Meeting ambitious climate goals and advancing sustainable development can only be done successfully together. Actions to limit warming and strengthen resilience can safeguard development priorities such as ending hunger and poverty, improving health, and increasing water quality, which are under threat from climate change impacts. Governments are seizing the opportunity to integrate NDC planning with broader development priorities, particularly in their domestic growth strategies and sectoral roadmaps. In addition, they are harmonizing climate plans with the UN Sustainable Development Goals (SDGs), 17 ambitious objectives that guide global progress through 2030. Linking climate action to pressing social and economic needs in this way strengthens cross-government ownership of NDCs, encourages joint planning, and maximizes the use of resources.



Many countries in the NDC Partnership are starting to mainstream mitigation and adaptation efforts into existing economic and development policies, plans, and programs. The Partnership’s in-country work focuses on enabling approaches that promote climate-smart, sustainable development, such as framework legislation and laws, budgeting, and results monitoring, as well as climate action across key sectors like energy, agriculture, forestry, water, and transport (see graph below).

Demonstrating the seriousness of their commitment to one vision of climate action and development, Members are developing policy and legal frameworks to set the stage for economy-wide action.

Uganda, with Partnership support, is set to pass a Climate Change Law to strengthen the regulatory environment and institutional framework for climate change action and coordination. Saint Lucia is taking a sectoral approach through its Renewable Energy Act, while Mongolia is aligning economy-wide climate action with its Sustainable Development Vision 2030.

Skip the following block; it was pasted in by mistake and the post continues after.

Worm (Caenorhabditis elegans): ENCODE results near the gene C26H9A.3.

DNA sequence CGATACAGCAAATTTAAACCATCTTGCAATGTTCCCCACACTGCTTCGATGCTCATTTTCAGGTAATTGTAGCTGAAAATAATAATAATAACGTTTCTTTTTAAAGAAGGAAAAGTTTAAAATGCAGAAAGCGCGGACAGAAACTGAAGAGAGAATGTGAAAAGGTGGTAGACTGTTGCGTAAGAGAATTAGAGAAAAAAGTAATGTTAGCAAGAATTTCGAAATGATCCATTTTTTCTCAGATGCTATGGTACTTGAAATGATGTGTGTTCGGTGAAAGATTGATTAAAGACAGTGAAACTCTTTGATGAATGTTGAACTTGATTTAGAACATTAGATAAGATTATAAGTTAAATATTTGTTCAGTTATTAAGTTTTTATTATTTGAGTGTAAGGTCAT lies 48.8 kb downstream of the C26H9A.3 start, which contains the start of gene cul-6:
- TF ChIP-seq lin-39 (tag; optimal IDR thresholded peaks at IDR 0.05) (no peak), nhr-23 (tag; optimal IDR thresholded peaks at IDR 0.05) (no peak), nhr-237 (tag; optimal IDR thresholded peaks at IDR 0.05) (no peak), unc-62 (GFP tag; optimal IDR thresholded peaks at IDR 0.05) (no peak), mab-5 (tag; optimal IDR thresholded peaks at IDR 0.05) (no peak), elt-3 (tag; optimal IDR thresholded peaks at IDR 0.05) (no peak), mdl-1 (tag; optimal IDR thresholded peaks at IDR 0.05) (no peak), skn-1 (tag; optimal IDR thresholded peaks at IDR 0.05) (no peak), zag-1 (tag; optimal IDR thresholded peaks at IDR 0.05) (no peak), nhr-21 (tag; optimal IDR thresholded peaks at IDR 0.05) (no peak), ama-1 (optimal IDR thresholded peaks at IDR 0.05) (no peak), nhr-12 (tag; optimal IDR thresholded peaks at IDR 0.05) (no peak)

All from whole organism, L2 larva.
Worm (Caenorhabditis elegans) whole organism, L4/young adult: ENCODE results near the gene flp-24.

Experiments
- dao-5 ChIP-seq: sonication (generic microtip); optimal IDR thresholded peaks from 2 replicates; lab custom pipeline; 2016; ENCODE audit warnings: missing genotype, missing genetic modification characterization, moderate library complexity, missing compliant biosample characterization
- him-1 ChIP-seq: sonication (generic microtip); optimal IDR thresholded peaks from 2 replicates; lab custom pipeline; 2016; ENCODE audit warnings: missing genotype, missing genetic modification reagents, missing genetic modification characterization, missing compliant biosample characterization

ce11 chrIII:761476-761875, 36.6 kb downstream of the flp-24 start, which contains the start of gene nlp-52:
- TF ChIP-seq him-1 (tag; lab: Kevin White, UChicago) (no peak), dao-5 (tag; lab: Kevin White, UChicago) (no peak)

Collaborating through the NDC Partnership assists countries in charting a holistic approach to development that encompasses climate change. Some countries, such as Jordan, are using the country engagement process, and Partnership Plans in particular, to clarify how they will drive climate action through existing strategies, such as green growth plans. Elsewhere, governments are turning Partnership Plans into roadmaps to consolidate development and climate action. In Morocco, for example, 4C Maroc and GIZ are working with the government to integrate its Low-Emissions Development Strategy, National Adaptation Plan, and NDC into the Partnership Plan. In Kenya, the Partnership cooperated on the National Climate Change Action Plan, which is closely tied to national development priorities.